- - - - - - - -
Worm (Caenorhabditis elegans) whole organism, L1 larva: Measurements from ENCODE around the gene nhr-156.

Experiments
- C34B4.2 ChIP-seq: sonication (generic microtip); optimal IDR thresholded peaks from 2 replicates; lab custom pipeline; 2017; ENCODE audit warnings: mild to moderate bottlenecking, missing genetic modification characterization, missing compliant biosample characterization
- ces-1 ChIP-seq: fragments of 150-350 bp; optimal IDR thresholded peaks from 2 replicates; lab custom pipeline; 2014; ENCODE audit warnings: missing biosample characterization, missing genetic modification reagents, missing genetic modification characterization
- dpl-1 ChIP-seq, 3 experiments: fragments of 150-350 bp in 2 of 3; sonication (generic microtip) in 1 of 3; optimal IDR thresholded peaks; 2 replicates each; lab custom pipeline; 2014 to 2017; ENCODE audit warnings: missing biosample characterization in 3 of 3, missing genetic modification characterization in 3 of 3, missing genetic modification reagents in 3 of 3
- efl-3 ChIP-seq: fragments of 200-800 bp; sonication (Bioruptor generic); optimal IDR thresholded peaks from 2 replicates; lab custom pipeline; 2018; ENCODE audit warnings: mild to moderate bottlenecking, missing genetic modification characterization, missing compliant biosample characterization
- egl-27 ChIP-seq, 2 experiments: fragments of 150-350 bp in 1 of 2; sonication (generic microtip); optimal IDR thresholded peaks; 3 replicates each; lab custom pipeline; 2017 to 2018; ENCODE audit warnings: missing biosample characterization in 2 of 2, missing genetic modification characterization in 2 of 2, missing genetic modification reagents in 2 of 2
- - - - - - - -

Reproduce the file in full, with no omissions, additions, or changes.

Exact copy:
Worm (Caenorhabditis elegans) whole organism, L1 larva: Measurements from ENCODE around the gene nhr-156.

Experiments
- C34B4.2 ChIP-seq: sonication (generic microtip); optimal IDR thresholded peaks from 2 replicates; lab custom pipeline; 2017; ENCODE audit warnings: mild to moderate bottlenecking, missing genetic modification characterization, missing compliant biosample characterization
- ces-1 ChIP-seq: fragments of 150-350 bp; optimal IDR thresholded peaks from 2 replicates; lab custom pipeline; 2014; ENCODE audit warnings: missing biosample characterization, missing genetic modification reagents, missing genetic modification characterization
- dpl-1 ChIP-seq, 3 experiments: fragments of 150-350 bp in 2 of 3; sonication (generic microtip) in 1 of 3; optimal IDR thresholded peaks; 2 replicates each; lab custom pipeline; 2014 to 2017; ENCODE audit warnings: missing biosample characterization in 3 of 3, missing genetic modification characterization in 3 of 3, missing genetic modification reagents in 3 of 3
- efl-3 ChIP-seq: fragments of 200-800 bp; sonication (Bioruptor generic); optimal IDR thresholded peaks from 2 replicates; lab custom pipeline; 2018; ENCODE audit warnings: mild to moderate bottlenecking, missing genetic modification characterization, missing compliant biosample characterization
- egl-27 ChIP-seq, 2 experiments: fragments of 150-350 bp in 1 of 2; sonication (generic microtip); optimal IDR thresholded peaks; 3 replicates each; lab custom pipeline; 2017 to 2018; ENCODE audit warnings: missing biosample characterization in 2 of 2, missing genetic modification characterization in 2 of 2, missing genetic modification reagents in 2 of 2